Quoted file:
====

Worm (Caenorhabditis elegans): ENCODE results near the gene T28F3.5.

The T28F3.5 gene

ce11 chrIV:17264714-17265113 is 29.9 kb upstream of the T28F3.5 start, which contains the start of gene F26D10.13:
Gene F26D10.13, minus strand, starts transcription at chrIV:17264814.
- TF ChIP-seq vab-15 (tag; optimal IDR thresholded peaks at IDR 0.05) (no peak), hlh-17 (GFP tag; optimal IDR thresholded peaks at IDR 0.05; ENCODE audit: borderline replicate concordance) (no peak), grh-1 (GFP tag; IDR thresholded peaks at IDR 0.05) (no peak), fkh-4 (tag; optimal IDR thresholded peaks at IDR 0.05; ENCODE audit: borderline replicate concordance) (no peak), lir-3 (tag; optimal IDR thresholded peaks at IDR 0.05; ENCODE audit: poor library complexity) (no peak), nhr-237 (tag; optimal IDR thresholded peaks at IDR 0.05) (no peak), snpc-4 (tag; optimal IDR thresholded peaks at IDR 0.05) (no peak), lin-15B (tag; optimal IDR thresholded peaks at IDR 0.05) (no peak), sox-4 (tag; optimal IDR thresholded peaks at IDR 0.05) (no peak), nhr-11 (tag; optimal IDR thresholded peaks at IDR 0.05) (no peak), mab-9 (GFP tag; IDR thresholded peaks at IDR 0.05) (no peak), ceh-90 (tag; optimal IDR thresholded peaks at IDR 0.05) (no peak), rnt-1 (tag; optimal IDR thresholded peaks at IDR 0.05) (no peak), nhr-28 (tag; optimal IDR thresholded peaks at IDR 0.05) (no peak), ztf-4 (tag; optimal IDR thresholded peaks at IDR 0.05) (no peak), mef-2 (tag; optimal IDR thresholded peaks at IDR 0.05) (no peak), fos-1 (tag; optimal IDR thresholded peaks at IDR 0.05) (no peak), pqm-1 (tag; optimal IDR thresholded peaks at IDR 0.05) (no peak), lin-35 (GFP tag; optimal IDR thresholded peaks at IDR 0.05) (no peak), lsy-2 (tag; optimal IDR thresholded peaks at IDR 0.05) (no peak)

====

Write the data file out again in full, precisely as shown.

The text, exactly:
Worm (Caenorhabditis elegans): ENCODE results near the gene T28F3.5.

The T28F3.5 gene

ce11 chrIV:17264714-17265113 is 29.9 kb upstream of the T28F3.5 start, which contains the start of gene F26D10.13:
Gene F26D10.13, minus strand, starts transcription at chrIV:17264814.
- TF ChIP-seq vab-15 (tag; optimal IDR thresholded peaks at IDR 0.05) (no peak), hlh-17 (GFP tag; optimal IDR thresholded peaks at IDR 0.05; ENCODE audit: borderline replicate concordance) (no peak), grh-1 (GFP tag; IDR thresholded peaks at IDR 0.05) (no peak), fkh-4 (tag; optimal IDR thresholded peaks at IDR 0.05; ENCODE audit: borderline replicate concordance) (no peak), lir-3 (tag; optimal IDR thresholded peaks at IDR 0.05; ENCODE audit: poor library complexity) (no peak), nhr-237 (tag; optimal IDR thresholded peaks at IDR 0.05) (no peak), snpc-4 (tag; optimal IDR thresholded peaks at IDR 0.05) (no peak), lin-15B (tag; optimal IDR thresholded peaks at IDR 0.05) (no peak), sox-4 (tag; optimal IDR thresholded peaks at IDR 0.05) (no peak), nhr-11 (tag; optimal IDR thresholded peaks at IDR 0.05) (no peak), mab-9 (GFP tag; IDR thresholded peaks at IDR 0.05) (no peak), ceh-90 (tag; optimal IDR thresholded peaks at IDR 0.05) (no peak), rnt-1 (tag; optimal IDR thresholded peaks at IDR 0.05) (no peak), nhr-28 (tag; optimal IDR thresholded peaks at IDR 0.05) (no peak), ztf-4 (tag; optimal IDR thresholded peaks at IDR 0.05) (no peak), mef-2 (tag; optimal IDR thresholded peaks at IDR 0.05) (no peak), fos-1 (tag; optimal IDR thresholded peaks at IDR 0.05) (no peak), pqm-1 (tag; optimal IDR thresholded peaks at IDR 0.05) (no peak), lin-35 (GFP tag; optimal IDR thresholded peaks at IDR 0.05) (no peak), lsy-2 (tag; optimal IDR thresholded peaks at IDR 0.05) (no peak)